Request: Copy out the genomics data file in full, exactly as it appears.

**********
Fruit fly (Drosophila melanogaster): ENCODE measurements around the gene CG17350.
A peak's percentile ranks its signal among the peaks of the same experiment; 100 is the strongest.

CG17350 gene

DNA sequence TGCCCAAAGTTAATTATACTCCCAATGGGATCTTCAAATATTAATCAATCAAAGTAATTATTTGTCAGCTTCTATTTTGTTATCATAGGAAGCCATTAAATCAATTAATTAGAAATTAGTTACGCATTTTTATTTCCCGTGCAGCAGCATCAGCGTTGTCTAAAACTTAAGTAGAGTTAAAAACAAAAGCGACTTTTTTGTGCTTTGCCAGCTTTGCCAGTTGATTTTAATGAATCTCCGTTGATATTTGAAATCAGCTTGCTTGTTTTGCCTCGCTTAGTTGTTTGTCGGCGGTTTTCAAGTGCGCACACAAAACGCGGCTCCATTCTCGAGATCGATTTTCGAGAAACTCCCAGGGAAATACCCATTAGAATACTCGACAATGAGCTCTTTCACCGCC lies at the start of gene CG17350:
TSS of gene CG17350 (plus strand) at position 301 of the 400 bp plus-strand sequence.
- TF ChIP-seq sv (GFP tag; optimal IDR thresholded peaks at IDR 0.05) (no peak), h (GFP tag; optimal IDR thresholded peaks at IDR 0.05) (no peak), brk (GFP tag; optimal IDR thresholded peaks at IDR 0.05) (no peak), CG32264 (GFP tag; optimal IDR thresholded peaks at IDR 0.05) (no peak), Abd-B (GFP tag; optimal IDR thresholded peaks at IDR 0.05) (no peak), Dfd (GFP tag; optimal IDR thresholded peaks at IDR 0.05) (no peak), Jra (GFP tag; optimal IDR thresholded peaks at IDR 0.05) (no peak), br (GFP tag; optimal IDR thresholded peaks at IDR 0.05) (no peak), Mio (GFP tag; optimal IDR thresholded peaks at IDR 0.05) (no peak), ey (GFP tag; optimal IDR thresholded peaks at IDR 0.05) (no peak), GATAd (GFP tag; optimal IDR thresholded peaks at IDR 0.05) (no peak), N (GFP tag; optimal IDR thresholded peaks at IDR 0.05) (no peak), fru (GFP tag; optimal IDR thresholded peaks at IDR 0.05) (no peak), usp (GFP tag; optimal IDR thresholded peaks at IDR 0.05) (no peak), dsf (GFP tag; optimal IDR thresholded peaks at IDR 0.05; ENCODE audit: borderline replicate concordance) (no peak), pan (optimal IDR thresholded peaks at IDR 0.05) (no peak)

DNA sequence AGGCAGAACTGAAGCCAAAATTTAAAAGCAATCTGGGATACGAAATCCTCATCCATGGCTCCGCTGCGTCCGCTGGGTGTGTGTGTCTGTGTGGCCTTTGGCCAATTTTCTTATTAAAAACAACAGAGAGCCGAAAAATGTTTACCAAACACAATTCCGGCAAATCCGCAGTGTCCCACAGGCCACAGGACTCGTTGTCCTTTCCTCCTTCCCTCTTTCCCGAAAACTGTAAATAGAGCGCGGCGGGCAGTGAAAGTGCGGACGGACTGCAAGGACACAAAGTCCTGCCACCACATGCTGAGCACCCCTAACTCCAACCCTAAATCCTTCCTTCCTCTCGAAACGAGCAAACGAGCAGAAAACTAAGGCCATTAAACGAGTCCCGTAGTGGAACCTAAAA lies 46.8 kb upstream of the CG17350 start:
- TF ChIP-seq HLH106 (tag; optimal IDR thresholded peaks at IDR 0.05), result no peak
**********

Fruit fly (Drosophila melanogaster): ENCODE measurements around the gene CG17350.
A peak's percentile ranks its signal among the peaks of the same experiment; 100 is the strongest.

CG17350 gene

DNA sequence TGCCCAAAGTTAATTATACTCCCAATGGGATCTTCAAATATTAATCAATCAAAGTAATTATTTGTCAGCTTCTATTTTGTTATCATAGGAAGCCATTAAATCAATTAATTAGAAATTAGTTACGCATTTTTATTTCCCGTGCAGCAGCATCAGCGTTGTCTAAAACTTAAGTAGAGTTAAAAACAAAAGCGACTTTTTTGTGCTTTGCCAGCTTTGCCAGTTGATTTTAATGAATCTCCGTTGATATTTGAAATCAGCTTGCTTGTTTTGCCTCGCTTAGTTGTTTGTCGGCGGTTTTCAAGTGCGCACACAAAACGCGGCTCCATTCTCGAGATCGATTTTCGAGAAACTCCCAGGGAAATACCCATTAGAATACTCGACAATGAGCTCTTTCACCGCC lies at the start of gene CG17350:
TSS of gene CG17350 (plus strand) at position 301 of the 400 bp plus-strand sequence.
- TF ChIP-seq sv (GFP tag; optimal IDR thresholded peaks at IDR 0.05) (no peak), h (GFP tag; optimal IDR thresholded peaks at IDR 0.05) (no peak), brk (GFP tag; optimal IDR thresholded peaks at IDR 0.05) (no peak), CG32264 (GFP tag; optimal IDR thresholded peaks at IDR 0.05) (no peak), Abd-B (GFP tag; optimal IDR thresholded peaks at IDR 0.05) (no peak), Dfd (GFP tag; optimal IDR thresholded peaks at IDR 0.05) (no peak), Jra (GFP tag; optimal IDR thresholded peaks at IDR 0.05) (no peak), br (GFP tag; optimal IDR thresholded peaks at IDR 0.05) (no peak), Mio (GFP tag; optimal IDR thresholded peaks at IDR 0.05) (no peak), ey (GFP tag; optimal IDR thresholded peaks at IDR 0.05) (no peak), GATAd (GFP tag; optimal IDR thresholded peaks at IDR 0.05) (no peak), N (GFP tag; optimal IDR thresholded peaks at IDR 0.05) (no peak), fru (GFP tag; optimal IDR thresholded peaks at IDR 0.05) (no peak), usp (GFP tag; optimal IDR thresholded peaks at IDR 0.05) (no peak), dsf (GFP tag; optimal IDR thresholded peaks at IDR 0.05; ENCODE audit: borderline replicate concordance) (no peak), pan (optimal IDR thresholded peaks at IDR 0.05) (no peak)

DNA sequence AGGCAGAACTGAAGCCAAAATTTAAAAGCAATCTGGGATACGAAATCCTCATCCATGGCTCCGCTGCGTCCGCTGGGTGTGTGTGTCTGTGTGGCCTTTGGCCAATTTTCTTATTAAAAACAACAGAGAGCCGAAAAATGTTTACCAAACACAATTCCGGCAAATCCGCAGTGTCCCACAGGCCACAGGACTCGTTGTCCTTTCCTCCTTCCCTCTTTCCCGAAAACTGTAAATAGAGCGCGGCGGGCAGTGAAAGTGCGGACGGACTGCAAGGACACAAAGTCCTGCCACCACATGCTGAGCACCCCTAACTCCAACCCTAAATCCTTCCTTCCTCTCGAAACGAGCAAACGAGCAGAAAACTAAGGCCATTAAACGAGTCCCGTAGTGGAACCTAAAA lies 46.8 kb upstream of the CG17350 start:
- TF ChIP-seq HLH106 (tag; optimal IDR thresholded peaks at IDR 0.05), result no peak